The Birthplace of Frederick Douglass

In the decades before and after the Civil War, Frederick Douglass was among the most influential Americans of any race. In this article you will find the sites and events that honor Talbot County’s native son and explore the culture that shaped his life.

The work of this galvanizing African American orator encompassed writing, publishing, activism, and business in the United States and United Kingdom, and government posts in the U.S. and the Caribbean. He was the most photographed American of the 19th century.

And while his network of colleagues included presidents, religious and social leaders, and prominent authors, throughout his life he drew strength from the challenges of his early years in Talbot County — today the site of multifaceted celebrations of his birth. These include the dedication of a 100-acre park in 2018 to inspire generations to come, the Frederick Douglass Mural on Easton’s Rail to Trail, a four part driving tour, and more.

Frederick Douglass Statue at the Talbot County Courthouse

Born into slavery, never knowing his father and separated from his mother as a child, Douglass managed to teach himself to read and write, which led him to become one of the most powerful and influential speakers of his day. He was not only an antislavery advocate, but a clarion voice for women’s rights and educational causes. “Right is of no sex, Truth is of no color, God is the Father of us all, and we are all Brethren,” was the motto of a newspaper he owned and published.

At the height of his fame, in his final two decades, he returned to Talbot County four times.

“When one has advanced far in the journey of life,” he wrote in the “Life and Times of Frederick Douglass,” “when he has seen and traveled over much of this great world, and has had many and strange experiences of shadow and sunshine, when long distances of time and space have come between him and his point of departure, it is natural that his thoughts should return to the place of his beginning, and that he should be seized with a strong desire to revisit the scenes of his early recollection, and live over in memory the incidents of his childhood.”

2018 marked his bicentennial along with the 140th anniversary of an 1878 trip to Easton that included addresses at two Black churches, a speech before a racially mixed audience at the county courthouse, and an expedition to locate his birthplace and the site of his grandmother’s cabin. He collected soil to carry to Cedar Hill, his new home in Washington, D.C., which is today a national historic site.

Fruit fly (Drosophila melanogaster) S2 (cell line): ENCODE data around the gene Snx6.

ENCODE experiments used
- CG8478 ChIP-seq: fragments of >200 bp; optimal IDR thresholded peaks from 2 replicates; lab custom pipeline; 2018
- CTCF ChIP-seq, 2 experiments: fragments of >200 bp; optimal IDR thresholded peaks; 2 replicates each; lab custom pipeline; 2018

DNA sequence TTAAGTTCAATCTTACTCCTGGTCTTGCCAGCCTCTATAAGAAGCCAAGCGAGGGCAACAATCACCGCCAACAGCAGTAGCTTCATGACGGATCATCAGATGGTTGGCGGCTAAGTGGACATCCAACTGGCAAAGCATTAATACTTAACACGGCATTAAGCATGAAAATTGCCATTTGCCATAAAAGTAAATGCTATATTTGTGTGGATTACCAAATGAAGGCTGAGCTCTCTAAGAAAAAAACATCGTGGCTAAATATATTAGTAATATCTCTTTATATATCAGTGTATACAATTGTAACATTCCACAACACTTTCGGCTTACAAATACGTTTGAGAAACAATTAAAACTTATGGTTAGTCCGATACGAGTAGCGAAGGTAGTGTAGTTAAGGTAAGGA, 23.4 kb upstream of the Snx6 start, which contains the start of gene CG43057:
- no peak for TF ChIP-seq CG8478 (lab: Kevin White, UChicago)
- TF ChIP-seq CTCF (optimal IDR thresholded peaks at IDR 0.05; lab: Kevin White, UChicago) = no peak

In a way, he was designated for greatness by his mother . She named him Frederick Augustus Washington Bailey — with one middle name from the first Roman emperor and the other from the first American president. He chose the surname Douglass at about age 20, upon beginning his new life with his wife in the North, after escaping the bonds of slavery.

Today, travelers to Talbot County may see, through a series of four self-guided driving tours, the rich landscape and vibrant waterways that inspired the young Frederick Bailey. “The squirrels, as they skipped the fences, climbed the trees, or gathered their nuts, were an unceasing delight to me,” Douglass wrote of his childhood. “The mill-pond, too, had its charms; and with my pin-hook and thread-line, I could get amusing nibbles.”

The tours include the Talbot County port town of St. Michaels, which is filled with Douglass sites. The St. Michaels Museum at St. Mary’s Square hosts regularly scheduled guided walking tours, the Chesapeake Bay Maritime Museum interprets his story at the Mitchell House, and there is a small historical marker in the Frederick Douglass Park on Talbot Street.

Scholars believe The Hill in Easton is the oldest community still in existence in the nation continuously inhabited by free persons of color. It encompasses the two churches where Douglass spoke in 1878, Bethel African Methodist Episcopal and Asbury United Methodist, and is an active center of archaeological activity. The self-guided driving tours can be found online at

Frederick Douglass Park on the Tuckahoe in Talbot County, Maryland.
View of Frederick Douglass Park on the Tuckahoe

A groundbreaking ceremony for a new 107-acre park in Douglass’ honor took place in 2018.

Douglass’ first book, “Narrative of the Life of Frederick Douglass, an American Slave,” begins, “I was born in Tuckahoe, near Hillsborough, and about twelve miles from Easton, in Talbot County, Maryland.”

The park — named Frederick Douglass Park on the Tuckahoe — is located upstream from the farm where Douglass was born and provides a place to explore his life and legacy. Interpretive panels overlook sweeping views of the Tuckahoe watershed and landscape.

Learn more about Frederick Douglass and the legacy he has inspired at

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